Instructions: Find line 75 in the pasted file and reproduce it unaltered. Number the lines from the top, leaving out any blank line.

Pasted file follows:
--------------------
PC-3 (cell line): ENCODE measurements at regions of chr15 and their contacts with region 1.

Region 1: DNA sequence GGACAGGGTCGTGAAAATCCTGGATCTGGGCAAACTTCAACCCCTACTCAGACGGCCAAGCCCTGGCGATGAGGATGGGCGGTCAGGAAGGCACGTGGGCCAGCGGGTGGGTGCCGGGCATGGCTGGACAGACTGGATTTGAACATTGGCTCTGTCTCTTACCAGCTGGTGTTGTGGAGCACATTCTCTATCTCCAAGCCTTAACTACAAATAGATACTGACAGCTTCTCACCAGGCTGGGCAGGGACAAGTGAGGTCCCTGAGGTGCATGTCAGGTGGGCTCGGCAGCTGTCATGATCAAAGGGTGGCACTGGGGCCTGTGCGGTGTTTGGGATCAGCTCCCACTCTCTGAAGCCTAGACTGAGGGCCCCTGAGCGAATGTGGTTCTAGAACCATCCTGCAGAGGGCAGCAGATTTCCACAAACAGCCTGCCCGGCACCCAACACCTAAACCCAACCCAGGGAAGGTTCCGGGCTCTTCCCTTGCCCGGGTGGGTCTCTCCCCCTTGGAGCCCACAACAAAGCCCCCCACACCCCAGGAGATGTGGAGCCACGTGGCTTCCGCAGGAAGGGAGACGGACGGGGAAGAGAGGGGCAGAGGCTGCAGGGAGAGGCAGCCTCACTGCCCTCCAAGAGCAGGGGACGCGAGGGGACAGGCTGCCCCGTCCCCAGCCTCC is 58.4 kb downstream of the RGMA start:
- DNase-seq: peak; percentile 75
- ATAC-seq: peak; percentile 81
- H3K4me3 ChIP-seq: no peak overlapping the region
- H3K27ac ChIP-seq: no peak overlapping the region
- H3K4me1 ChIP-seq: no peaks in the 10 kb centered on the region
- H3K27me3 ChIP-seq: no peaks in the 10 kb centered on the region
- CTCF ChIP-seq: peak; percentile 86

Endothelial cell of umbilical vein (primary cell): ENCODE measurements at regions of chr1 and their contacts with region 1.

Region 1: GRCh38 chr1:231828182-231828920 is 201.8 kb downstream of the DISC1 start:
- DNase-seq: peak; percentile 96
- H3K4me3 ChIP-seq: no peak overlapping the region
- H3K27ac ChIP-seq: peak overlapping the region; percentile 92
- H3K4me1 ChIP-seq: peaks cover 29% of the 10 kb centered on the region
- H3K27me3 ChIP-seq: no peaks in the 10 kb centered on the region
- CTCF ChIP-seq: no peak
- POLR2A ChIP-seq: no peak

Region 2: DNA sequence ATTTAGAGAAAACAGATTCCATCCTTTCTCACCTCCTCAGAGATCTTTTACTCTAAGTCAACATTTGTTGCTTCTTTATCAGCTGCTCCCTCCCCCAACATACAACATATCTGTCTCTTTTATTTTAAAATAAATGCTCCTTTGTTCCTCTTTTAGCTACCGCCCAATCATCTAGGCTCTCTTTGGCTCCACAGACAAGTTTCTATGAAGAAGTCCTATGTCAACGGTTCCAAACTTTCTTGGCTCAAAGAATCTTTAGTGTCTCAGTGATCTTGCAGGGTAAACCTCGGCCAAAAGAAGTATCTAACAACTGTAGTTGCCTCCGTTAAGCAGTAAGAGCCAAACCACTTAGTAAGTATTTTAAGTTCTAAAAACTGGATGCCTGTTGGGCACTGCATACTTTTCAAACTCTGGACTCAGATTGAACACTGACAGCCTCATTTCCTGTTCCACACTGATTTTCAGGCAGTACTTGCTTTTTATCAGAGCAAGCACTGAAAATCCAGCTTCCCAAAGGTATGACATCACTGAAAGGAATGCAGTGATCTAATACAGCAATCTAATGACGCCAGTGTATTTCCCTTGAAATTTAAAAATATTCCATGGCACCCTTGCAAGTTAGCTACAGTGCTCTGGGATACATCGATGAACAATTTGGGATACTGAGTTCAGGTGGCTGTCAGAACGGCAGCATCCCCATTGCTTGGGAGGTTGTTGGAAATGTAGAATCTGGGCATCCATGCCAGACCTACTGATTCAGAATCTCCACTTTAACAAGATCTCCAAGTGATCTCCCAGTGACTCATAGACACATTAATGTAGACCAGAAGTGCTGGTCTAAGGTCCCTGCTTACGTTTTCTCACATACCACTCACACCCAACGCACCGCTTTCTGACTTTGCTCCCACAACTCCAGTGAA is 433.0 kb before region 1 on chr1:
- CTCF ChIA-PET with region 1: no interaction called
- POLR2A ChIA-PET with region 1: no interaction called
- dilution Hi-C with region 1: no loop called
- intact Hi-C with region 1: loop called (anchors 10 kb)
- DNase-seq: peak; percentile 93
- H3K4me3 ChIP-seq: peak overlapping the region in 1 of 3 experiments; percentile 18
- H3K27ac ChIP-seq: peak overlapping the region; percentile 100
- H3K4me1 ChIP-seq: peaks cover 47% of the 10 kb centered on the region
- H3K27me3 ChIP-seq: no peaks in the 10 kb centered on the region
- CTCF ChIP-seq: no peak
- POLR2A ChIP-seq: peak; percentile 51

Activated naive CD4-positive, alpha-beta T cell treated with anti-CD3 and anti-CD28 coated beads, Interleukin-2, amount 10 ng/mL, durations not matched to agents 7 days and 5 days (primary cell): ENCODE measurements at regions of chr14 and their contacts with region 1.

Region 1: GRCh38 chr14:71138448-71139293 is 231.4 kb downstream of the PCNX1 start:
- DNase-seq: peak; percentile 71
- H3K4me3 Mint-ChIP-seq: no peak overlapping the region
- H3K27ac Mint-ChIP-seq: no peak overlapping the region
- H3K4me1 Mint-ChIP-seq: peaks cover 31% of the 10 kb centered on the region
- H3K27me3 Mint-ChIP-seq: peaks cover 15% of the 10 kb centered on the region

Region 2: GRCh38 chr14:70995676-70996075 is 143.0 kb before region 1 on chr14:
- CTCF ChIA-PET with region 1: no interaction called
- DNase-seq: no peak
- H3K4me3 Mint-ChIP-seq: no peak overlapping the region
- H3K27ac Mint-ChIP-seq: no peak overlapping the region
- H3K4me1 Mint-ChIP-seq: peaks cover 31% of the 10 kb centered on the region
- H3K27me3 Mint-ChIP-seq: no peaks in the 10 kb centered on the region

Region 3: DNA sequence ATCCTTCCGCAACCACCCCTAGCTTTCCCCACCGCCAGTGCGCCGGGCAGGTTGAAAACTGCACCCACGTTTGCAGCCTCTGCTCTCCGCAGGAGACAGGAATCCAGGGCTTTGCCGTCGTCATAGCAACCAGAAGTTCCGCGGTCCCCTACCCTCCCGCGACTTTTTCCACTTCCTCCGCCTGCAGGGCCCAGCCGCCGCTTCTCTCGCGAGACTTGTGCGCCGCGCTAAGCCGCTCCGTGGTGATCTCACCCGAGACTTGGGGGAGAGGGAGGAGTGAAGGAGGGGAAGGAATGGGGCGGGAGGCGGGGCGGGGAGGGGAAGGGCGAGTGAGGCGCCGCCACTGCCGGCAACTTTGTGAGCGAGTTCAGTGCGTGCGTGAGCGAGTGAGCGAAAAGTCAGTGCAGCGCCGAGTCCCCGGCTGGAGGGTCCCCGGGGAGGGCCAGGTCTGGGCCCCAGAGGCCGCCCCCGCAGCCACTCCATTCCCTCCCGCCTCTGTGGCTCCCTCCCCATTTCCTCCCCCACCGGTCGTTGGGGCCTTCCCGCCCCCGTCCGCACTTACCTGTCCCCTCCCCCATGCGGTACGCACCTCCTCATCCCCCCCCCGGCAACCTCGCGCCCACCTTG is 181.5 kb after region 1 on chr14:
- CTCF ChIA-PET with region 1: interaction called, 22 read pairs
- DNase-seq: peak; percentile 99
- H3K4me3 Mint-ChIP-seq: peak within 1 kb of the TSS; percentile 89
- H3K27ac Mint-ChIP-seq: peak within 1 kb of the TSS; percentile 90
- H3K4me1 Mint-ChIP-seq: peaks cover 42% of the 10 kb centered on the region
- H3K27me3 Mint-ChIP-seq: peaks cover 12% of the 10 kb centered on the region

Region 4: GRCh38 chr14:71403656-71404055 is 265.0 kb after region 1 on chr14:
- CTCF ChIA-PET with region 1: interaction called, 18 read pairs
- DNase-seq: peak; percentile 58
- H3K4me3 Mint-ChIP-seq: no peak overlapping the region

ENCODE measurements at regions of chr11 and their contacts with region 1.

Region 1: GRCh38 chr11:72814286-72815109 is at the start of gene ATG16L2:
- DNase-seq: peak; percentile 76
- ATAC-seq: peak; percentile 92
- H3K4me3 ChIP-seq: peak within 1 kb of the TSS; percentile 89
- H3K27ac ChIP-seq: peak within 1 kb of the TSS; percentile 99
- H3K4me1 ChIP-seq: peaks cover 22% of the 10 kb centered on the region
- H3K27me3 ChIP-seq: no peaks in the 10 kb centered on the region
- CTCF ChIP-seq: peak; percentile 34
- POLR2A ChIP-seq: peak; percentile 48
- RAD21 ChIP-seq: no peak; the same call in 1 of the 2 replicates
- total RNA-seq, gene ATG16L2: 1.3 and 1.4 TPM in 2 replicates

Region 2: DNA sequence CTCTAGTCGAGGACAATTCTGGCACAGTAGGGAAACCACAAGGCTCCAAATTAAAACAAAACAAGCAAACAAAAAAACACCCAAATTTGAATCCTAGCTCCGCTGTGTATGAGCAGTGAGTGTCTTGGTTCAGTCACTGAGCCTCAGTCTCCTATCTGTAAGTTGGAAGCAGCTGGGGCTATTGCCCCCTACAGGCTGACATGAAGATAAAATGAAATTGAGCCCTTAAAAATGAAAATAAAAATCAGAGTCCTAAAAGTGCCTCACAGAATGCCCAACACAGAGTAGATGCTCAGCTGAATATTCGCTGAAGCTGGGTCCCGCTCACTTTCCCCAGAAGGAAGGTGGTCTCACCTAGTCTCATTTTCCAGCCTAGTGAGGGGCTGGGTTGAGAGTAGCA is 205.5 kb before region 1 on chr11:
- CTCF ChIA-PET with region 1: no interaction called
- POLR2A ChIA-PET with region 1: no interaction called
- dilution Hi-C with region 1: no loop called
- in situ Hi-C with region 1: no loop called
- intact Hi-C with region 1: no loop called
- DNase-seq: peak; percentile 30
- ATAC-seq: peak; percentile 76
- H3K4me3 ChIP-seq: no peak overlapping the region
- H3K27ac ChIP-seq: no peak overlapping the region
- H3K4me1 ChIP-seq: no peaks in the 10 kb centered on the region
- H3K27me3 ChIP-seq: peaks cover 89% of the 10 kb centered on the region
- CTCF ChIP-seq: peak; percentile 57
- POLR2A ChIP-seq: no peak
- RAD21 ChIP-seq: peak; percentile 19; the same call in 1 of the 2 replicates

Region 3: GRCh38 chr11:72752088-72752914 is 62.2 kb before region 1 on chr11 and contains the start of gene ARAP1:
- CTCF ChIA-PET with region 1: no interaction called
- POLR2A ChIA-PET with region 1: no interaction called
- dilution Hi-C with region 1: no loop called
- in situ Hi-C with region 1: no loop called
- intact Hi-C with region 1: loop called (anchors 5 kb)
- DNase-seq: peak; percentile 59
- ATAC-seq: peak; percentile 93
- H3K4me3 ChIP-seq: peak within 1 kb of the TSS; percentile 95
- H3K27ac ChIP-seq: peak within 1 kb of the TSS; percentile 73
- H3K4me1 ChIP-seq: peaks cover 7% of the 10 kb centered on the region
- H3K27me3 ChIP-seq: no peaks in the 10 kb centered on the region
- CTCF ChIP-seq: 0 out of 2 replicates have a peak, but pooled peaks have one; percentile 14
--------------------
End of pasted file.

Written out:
- ATAC-seq: peak; percentile 76